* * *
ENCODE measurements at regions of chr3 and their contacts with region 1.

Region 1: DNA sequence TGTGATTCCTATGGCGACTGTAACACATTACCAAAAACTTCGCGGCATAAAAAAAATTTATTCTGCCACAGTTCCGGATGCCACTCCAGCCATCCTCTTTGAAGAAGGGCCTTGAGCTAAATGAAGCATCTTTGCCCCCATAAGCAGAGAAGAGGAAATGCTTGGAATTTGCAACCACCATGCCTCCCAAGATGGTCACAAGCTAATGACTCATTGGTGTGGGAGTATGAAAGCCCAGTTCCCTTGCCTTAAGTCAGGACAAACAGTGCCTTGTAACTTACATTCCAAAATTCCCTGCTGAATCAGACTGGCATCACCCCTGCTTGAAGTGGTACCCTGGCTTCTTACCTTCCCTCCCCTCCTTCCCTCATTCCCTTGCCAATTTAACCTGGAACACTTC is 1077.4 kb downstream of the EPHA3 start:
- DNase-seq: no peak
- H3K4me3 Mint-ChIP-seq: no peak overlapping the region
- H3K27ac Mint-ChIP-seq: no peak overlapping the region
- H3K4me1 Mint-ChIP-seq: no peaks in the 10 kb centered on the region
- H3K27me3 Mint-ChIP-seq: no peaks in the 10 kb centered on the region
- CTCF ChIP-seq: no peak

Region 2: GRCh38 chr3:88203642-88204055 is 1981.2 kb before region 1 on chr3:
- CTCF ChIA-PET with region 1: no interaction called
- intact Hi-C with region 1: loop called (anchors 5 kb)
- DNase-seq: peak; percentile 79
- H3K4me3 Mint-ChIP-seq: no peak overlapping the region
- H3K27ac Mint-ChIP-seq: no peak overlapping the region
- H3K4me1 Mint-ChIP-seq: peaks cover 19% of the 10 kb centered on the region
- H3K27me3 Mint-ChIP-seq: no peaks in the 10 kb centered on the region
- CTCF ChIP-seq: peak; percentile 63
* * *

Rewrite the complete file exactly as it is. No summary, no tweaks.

ENCODE measurements at regions of chr3 and their contacts with region 1.

Region 1: DNA sequence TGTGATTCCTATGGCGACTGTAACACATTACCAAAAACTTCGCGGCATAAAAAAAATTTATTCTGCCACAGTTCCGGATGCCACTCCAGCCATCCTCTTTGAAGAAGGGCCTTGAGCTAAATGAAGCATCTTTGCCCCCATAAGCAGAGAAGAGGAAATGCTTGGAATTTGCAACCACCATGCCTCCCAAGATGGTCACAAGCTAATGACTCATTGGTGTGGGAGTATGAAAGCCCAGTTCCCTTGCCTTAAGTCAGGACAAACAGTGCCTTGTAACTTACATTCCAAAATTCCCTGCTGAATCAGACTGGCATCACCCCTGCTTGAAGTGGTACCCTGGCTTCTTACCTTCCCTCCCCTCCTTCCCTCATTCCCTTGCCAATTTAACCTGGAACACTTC is 1077.4 kb downstream of the EPHA3 start:
- DNase-seq: no peak
- H3K4me3 Mint-ChIP-seq: no peak overlapping the region
- H3K27ac Mint-ChIP-seq: no peak overlapping the region
- H3K4me1 Mint-ChIP-seq: no peaks in the 10 kb centered on the region
- H3K27me3 Mint-ChIP-seq: no peaks in the 10 kb centered on the region
- CTCF ChIP-seq: no peak

Region 2: GRCh38 chr3:88203642-88204055 is 1981.2 kb before region 1 on chr3:
- CTCF ChIA-PET with region 1: no interaction called
- intact Hi-C with region 1: loop called (anchors 5 kb)
- DNase-seq: peak; percentile 79
- H3K4me3 Mint-ChIP-seq: no peak overlapping the region
- H3K27ac Mint-ChIP-seq: no peak overlapping the region
- H3K4me1 Mint-ChIP-seq: peaks cover 19% of the 10 kb centered on the region
- H3K27me3 Mint-ChIP-seq: no peaks in the 10 kb centered on the region
- CTCF ChIP-seq: peak; percentile 63